Skip to main content

Jennifer Bailey, vice president of Apple Pay, speaks about the Apple Card at the Steve Jobs Theater during an event to announce new products in Cupertino, Calif.

The Associated Press

Apple tried to make the new Apple-branded credit card attractive, copying the heft and sleekness of higher-end cards like the Chase Sapphire. But cardholders are discovering that with such a design, they’ll have to give it special care.

Leather wallets and loose change pose danger for new Apple Card, for instance. In fact, Apple says its Apple Card shouldn’t come into contact with other credit cards for fear of scratching the titanium card’s white finish.

Apple issued special instructions this week: Keep away from “hard surfaces or materials.” Your leather wallet or jeans pocket “might cause permanent discoloration.” Don’t let it touch another credit card or “potentially abrasive objects” like coins or keys.

Story continues below advertisement

There’s also a two-step cleaning process involving microfiber cloths and isopropyl alcohol and a list of inappropriate cleaners.

The Apple Card is designed primarily for iPhone use, though the company is offering a physical card for use in stores that don’t accept mobile payments. Customers typically get 2% cash back when using Apple’s app to pay. Industry experts say financial benefits of the card mirror many of those already out there for consumers.

The card, announced in March in partnership with Goldman Sachs, started rolling out in the U.S. this month.

Report an error
Tickers mentioned in this story
Unchecking box will stop auto data updates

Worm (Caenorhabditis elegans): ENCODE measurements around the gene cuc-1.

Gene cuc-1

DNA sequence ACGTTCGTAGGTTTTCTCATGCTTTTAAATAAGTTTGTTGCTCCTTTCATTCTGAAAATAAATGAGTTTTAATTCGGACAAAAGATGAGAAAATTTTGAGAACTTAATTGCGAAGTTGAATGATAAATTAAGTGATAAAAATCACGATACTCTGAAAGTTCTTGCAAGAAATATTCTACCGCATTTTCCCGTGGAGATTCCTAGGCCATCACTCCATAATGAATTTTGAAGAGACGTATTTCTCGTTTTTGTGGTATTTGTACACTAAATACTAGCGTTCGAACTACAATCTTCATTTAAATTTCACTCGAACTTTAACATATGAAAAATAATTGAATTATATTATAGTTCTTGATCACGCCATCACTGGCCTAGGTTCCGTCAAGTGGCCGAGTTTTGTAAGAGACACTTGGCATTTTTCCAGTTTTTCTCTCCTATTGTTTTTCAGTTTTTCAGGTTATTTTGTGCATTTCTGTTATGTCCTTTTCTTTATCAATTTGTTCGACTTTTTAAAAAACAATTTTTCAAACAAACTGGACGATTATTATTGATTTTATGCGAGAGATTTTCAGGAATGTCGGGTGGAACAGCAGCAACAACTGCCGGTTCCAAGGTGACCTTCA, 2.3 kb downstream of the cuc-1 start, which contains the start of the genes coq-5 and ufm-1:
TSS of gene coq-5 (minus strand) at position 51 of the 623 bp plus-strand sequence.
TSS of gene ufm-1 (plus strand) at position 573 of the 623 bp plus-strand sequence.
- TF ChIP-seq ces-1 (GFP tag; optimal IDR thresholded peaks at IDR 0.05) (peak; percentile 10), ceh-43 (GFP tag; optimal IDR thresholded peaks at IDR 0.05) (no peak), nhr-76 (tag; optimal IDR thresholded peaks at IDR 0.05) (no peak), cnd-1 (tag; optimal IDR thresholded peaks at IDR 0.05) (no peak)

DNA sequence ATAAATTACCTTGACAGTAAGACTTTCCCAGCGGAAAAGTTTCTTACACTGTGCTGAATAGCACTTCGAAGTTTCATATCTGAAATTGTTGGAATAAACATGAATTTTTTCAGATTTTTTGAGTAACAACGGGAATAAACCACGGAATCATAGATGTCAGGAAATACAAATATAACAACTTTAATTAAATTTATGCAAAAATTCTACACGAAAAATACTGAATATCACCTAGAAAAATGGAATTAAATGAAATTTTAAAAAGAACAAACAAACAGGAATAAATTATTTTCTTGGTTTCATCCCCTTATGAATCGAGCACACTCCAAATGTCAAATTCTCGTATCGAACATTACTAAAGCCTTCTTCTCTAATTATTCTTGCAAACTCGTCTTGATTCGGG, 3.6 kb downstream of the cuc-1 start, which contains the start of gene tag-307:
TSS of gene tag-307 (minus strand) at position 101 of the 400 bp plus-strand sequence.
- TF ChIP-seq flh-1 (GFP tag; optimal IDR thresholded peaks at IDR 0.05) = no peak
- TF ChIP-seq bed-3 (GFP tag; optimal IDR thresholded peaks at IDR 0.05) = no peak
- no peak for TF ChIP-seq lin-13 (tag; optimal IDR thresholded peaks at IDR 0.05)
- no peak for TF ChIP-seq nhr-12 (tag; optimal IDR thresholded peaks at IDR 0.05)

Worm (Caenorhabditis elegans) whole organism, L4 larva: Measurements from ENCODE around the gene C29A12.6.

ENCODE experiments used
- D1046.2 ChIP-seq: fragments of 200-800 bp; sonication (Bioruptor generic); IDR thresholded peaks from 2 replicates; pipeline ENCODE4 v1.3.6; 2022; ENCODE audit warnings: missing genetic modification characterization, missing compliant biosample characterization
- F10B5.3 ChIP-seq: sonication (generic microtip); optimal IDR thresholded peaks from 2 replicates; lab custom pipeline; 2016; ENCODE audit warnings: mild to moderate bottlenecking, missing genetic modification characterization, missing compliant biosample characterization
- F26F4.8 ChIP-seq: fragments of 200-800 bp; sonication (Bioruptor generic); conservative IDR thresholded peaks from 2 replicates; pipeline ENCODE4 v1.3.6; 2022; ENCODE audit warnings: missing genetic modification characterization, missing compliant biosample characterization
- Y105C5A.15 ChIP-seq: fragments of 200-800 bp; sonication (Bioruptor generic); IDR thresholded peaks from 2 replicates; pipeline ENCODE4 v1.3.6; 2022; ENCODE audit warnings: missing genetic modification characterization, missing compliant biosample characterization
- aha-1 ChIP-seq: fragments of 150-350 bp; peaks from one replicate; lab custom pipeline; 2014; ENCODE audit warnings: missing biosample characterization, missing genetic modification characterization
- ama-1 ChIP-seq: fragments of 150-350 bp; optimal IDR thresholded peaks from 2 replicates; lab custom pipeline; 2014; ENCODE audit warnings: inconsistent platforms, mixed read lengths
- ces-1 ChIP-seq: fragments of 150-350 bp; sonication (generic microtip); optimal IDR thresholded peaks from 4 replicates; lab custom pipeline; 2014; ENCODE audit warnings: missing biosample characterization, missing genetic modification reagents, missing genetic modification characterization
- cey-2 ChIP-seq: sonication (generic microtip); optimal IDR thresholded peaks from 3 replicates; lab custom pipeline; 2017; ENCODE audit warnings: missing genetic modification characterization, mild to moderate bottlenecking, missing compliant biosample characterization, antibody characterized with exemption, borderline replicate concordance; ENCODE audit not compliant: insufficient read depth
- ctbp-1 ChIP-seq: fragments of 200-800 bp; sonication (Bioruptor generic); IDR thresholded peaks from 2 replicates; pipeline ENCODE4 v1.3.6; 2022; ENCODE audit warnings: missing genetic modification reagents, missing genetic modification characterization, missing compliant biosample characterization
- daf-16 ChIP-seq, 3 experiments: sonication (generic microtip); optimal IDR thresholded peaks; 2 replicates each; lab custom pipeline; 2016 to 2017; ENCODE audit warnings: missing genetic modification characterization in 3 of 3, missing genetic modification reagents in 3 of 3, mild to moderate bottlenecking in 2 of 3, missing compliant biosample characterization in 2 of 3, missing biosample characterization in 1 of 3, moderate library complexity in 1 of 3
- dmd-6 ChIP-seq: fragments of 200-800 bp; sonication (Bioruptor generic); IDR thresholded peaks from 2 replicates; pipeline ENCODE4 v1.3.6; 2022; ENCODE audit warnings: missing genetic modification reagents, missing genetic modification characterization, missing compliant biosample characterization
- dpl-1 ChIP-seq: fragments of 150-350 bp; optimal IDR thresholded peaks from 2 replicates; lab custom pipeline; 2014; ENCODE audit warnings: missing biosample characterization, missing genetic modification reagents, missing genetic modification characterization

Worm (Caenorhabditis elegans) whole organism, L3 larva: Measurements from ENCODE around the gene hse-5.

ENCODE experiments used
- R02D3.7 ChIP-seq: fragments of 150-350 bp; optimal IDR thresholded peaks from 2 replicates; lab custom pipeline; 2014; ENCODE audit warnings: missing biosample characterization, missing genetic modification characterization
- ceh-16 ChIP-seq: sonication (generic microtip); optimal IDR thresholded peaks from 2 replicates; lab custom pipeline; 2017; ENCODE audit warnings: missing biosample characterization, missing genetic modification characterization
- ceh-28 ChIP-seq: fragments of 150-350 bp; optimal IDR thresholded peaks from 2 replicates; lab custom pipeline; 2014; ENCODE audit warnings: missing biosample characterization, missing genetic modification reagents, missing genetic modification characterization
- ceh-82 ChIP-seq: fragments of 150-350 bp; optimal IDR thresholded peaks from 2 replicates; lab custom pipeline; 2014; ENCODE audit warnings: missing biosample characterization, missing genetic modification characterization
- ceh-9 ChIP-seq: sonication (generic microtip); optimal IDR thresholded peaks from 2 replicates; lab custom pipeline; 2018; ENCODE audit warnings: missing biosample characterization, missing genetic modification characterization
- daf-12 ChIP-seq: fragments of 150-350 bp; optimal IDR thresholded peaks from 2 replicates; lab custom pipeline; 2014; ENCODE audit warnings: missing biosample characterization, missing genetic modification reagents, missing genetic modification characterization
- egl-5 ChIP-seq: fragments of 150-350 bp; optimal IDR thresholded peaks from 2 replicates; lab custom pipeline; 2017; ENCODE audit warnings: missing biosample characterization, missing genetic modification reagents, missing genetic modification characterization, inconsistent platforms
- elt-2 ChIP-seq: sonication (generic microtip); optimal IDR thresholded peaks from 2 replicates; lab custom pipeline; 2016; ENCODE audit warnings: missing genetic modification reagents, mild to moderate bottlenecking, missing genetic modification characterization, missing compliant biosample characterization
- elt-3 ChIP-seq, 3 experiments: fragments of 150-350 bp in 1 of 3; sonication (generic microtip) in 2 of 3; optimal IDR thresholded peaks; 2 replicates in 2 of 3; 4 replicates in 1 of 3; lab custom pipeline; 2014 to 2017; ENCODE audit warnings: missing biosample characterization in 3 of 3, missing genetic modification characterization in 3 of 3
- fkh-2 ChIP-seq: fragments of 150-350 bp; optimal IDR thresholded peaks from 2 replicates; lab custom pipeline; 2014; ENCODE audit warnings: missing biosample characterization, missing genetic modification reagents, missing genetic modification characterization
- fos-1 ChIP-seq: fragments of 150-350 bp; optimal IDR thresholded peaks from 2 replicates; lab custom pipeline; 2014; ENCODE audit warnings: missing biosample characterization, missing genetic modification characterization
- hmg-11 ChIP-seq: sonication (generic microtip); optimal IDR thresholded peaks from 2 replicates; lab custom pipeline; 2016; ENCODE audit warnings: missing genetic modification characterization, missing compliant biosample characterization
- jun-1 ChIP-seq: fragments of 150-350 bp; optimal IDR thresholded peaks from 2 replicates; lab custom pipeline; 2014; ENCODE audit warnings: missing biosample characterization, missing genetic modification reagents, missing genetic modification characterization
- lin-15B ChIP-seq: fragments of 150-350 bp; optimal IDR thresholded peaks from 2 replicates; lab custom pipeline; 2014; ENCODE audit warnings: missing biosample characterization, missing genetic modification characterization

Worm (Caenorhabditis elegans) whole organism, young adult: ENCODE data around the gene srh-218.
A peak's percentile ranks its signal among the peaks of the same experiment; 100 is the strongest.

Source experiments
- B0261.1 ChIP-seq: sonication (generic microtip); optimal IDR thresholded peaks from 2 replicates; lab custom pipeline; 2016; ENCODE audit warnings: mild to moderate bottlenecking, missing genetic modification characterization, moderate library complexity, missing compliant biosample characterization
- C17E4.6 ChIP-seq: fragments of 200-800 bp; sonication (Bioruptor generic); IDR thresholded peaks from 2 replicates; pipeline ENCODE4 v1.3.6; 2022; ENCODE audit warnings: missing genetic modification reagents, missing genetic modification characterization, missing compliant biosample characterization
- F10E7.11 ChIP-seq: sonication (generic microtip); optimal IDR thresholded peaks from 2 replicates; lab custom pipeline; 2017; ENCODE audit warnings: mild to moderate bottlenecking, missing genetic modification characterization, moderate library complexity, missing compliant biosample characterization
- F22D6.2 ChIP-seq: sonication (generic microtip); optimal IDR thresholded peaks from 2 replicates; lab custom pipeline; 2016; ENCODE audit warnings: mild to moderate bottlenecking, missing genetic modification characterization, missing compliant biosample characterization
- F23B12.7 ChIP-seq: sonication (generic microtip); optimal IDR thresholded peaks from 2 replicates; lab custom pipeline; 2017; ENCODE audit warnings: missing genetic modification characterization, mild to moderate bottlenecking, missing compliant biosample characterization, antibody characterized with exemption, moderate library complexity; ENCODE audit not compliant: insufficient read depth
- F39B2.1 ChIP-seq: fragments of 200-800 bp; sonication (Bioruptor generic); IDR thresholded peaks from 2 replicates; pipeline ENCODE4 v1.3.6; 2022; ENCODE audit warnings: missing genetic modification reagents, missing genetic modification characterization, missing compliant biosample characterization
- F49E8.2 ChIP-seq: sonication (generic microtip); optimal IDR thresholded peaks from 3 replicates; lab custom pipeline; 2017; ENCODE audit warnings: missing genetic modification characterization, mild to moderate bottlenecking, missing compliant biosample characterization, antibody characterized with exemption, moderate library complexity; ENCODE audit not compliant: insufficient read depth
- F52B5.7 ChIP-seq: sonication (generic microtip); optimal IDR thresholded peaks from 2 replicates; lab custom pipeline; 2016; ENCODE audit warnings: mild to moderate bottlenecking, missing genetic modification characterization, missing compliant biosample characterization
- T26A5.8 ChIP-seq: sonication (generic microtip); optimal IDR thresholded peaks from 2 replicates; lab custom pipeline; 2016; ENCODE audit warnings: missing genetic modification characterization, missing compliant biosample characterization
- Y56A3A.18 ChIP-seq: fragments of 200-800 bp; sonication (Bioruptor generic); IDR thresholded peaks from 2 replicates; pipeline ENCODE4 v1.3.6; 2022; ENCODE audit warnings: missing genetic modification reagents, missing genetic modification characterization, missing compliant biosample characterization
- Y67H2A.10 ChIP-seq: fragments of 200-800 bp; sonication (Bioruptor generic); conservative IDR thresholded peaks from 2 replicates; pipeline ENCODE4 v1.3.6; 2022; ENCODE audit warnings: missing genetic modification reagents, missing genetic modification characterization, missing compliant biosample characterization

Due to technical reasons, we have temporarily removed commenting from our articles. We hope to have this fixed soon. Thank you for your patience. If you are looking to give feedback on our new site, please send it along to feedback@globeandmail.com. If you want to write a letter to the editor, please forward to letters@globeandmail.com.

Welcome to The Globe and Mail’s comment community. This is a space where subscribers can engage with each other and Globe staff. Non-subscribers can read and sort comments but will not be able to engage with them in any way. Click here to subscribe.

If you would like to write a letter to the editor, please forward it to letters@globeandmail.com. Readers can also interact with The Globe on Facebook and Twitter .

Welcome to The Globe and Mail’s comment community. This is a space where subscribers can engage with each other and Globe staff. Non-subscribers can read and sort comments but will not be able to engage with them in any way. Click here to subscribe.

If you would like to write a letter to the editor, please forward it to letters@globeandmail.com. Readers can also interact with The Globe on Facebook and Twitter .

Welcome to The Globe and Mail’s comment community. This is a space where subscribers can engage with each other and Globe staff.

We aim to create a safe and valuable space for discussion and debate. That means:

  • Treat others as you wish to be treated
  • Criticize ideas, not people
  • Stay on topic
  • Avoid the use of toxic and offensive language
  • Flag bad behaviour

Comments that violate our community guidelines will be removed.

Read our community guidelines here

Discussion loading ...

Cannabis pro newsletter